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Re: [XTalk] Jesus the Homeowner?

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  • Jim West
    ... Its unicode. If you have a mailer that reads unicode it should appear quite nicely. If you don t, Mozilla Thunderbird does it brilliantly. ... Best Jim
    Message 1 of 5 , Mar 2, 2006
      Bob Schacht wrote:
      > At 09:43 AM 3/2/2006, Jim West wrote:
      >
      >>Mark Goodacre has some interesting things to say about this question in
      >>a fine, brief exegesis of Mark 2:15 on his blog today (which you should
      >>read- by the way)- The text reads
      >>
      >>και γινεται κατακεισθαι αυτον εν τη
      >>οικια αυτου και πολλοι τελωναι και
      >>αμαρτωλοι συνανεκειντο τω ιησου και
      >>τοις μαθηταις αυτου ησαν γαρ πολλοι
      >>και ηκολουθουν αυτω
      >

      Its unicode. If you have a mailer that reads unicode it should appear
      quite nicely. If you don't, Mozilla Thunderbird does it brilliantly.

      >
      > Um, not all of us have Greek fonts installed on all of our computers. Can
      > we get this and the texts below in transliteration?
      > Bob

      Best

      Jim


      --
      Jim West

      http://web.infoave.net/~jwest -- Biblical Studies Resources
    • Mark Goodacre
      Jim, ... It s a good question; I suspect that the Matt. 8.20 // Luke 9.58 logion is one of the reasons that we do not ask questions about where Jesus lived,
      Message 2 of 5 , Mar 2, 2006
        Jim,

        Thanks for drawing attention to that. One brief comment:

        > What Mark doesn't address, though, is the important text in both Matthew
        > (8:20) and Luke (9:58) which read
        >
        > και λεγει αυτω ο ιησους αι αλωπεκες φωλεους εχουσιν και τα πετεινα του
        > ουρανου κατασκηνωσεις ο δε υιος του ανθρωπου ουκ εχει που την κεφαλην κλινη.
        >
        > To be sure, the last thing we want to do is harmonize. Mark knows
        > nothing of a saying of this kind. So why do Matthew and Luke make use of
        > it? And if they knew Mark, and used Mark, why did they ignore or bypass it?

        It's a good question; I suspect that the Matt. 8.20 // Luke 9.58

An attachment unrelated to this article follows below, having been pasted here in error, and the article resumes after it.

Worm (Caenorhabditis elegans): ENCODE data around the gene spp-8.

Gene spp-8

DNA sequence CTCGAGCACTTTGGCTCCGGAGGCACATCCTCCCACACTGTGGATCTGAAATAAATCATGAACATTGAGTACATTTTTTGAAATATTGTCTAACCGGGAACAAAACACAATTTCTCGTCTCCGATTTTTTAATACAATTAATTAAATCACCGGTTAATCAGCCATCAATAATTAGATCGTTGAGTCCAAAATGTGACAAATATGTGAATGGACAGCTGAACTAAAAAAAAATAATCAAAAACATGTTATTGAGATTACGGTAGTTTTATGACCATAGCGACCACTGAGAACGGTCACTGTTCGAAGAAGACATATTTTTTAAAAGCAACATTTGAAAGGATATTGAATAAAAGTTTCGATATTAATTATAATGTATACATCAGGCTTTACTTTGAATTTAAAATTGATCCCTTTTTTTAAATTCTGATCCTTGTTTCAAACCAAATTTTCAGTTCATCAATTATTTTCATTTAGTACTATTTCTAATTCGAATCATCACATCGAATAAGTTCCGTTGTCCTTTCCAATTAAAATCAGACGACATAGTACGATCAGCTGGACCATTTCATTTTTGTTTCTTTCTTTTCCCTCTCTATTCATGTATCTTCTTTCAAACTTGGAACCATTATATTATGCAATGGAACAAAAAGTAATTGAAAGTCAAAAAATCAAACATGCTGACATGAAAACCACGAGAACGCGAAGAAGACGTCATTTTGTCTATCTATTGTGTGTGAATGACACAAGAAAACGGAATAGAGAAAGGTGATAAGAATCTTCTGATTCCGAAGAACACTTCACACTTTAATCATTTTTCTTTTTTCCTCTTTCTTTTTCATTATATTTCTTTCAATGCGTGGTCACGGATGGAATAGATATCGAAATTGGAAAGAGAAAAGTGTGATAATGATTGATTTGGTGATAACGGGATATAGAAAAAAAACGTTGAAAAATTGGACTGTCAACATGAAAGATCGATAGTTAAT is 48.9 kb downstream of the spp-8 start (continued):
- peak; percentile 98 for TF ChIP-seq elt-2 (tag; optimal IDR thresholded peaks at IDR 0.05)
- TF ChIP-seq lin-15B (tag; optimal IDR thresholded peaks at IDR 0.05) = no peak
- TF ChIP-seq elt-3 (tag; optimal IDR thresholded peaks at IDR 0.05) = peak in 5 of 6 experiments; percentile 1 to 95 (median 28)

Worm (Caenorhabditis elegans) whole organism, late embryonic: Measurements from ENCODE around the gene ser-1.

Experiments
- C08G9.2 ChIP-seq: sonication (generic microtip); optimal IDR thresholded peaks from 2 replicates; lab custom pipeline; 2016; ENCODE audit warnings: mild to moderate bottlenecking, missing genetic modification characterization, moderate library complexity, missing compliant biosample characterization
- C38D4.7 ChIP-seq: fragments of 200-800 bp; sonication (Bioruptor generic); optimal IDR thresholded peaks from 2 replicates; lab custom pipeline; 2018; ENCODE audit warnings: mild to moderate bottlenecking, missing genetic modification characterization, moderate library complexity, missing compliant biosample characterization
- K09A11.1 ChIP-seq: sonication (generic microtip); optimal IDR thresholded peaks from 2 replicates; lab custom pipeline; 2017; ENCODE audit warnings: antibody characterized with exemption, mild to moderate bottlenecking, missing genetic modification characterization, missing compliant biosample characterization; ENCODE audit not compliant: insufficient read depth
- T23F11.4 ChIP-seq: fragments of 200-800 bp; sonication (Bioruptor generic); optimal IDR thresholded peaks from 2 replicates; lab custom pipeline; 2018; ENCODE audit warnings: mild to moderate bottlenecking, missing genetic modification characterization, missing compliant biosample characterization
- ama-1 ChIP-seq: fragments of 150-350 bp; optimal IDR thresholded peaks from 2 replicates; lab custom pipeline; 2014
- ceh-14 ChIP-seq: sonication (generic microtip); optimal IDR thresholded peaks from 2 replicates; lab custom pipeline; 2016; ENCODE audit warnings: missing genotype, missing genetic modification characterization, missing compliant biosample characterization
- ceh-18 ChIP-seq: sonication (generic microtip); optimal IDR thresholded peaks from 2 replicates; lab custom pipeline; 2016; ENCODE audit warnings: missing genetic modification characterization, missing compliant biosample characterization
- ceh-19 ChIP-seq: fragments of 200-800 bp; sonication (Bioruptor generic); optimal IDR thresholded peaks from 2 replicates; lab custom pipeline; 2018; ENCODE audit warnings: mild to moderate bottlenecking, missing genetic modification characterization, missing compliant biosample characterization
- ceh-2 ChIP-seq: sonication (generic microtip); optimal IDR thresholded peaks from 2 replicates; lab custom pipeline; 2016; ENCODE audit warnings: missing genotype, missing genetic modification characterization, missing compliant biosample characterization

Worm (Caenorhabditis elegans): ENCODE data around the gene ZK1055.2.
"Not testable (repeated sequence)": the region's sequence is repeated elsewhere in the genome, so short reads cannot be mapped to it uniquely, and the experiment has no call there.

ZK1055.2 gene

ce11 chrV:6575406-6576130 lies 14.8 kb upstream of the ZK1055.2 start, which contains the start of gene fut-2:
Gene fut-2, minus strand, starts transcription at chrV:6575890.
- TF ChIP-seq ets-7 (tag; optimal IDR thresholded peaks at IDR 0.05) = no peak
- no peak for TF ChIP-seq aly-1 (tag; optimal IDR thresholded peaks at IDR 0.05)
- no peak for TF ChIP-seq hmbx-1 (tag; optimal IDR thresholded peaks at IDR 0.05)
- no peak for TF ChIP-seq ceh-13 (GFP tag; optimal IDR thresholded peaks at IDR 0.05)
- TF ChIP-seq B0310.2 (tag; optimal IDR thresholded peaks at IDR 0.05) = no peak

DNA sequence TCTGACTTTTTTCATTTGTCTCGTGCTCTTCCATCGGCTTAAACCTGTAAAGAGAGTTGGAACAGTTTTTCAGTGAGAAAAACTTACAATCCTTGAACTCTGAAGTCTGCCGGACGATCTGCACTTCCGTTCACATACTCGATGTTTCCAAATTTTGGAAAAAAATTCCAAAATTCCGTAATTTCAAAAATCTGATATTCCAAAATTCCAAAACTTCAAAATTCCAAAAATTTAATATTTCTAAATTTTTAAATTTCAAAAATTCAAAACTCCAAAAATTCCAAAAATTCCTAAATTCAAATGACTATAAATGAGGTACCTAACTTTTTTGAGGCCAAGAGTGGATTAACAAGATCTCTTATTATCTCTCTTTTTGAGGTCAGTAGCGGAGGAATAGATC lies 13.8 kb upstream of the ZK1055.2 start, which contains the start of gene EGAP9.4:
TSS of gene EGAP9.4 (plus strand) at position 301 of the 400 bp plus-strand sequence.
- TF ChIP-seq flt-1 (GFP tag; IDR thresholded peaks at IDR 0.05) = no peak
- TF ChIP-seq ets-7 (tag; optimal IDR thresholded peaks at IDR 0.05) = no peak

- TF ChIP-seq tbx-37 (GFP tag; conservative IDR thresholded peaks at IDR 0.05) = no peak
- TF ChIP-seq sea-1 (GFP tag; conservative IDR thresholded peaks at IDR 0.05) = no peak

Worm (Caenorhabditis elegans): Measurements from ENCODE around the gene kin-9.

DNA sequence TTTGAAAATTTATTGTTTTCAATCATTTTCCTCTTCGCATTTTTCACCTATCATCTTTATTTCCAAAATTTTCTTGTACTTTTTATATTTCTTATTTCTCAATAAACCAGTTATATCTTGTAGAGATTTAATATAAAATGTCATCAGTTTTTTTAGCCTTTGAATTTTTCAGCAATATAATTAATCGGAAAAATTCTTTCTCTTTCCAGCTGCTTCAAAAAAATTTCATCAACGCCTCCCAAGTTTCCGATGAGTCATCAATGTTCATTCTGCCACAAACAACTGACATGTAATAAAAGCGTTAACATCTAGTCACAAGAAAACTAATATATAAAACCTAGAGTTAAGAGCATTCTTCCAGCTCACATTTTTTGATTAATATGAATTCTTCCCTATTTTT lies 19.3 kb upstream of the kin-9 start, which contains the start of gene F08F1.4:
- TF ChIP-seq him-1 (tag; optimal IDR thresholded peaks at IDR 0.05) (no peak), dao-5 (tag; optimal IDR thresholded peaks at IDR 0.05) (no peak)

logion is one of the reasons that we do not ask questions about where
        Jesus lived, and whether he had a house, especially given its context
        in Matthew, relatively early in the Gospel, in 8.20, before the
        reference to "the house" in Matt. 9.10. In other words we are seduced
        by the way that Matthew (and Luke for that matter) frame the issue.

        But let us say, for the sake of argument, that Jesus said something
        like the logion in Matt. 8.20 // Luke 9.58. (a) It could reflect a
        later, itinerant stage of his mission. (b) He might be saying
        something about the contrast between the habitual behaviour of the
        animals in contrast to the way that human beings behave. Either way,
        that saying does not negate the idea that Jesus' house in Capernaum is
        mentioned in Mark 2.

        With best wishes
        Mark
        --
        Mark Goodacre Goodacre@...
        Associate Professor
        Duke University
        Department of Religion
        314 Gray Bldg./Box 90964
        Durham, NC 27708-0964 USA
        Phone: 919-660-3503 Fax: 919-660-3530

        http://NTGateway.com/goodacre
      • Karel Hanhart
        Mark, Re. Mark 1,29, 2,15. Isn t it true that Mark likely told his story of Jesus from the perspective of his own ecclesia around (70 or) 72? As I see it he
        Message 3 of 5 , Mar 3, 2006
          Mark,

          Re. Mark 1,29, 2,15. Isn't it true that Mark likely told his story of Jesus
          from the perspective of his own ecclesia around (70 or) 72? As I see it he
          wants to explain and anchor the existence of their own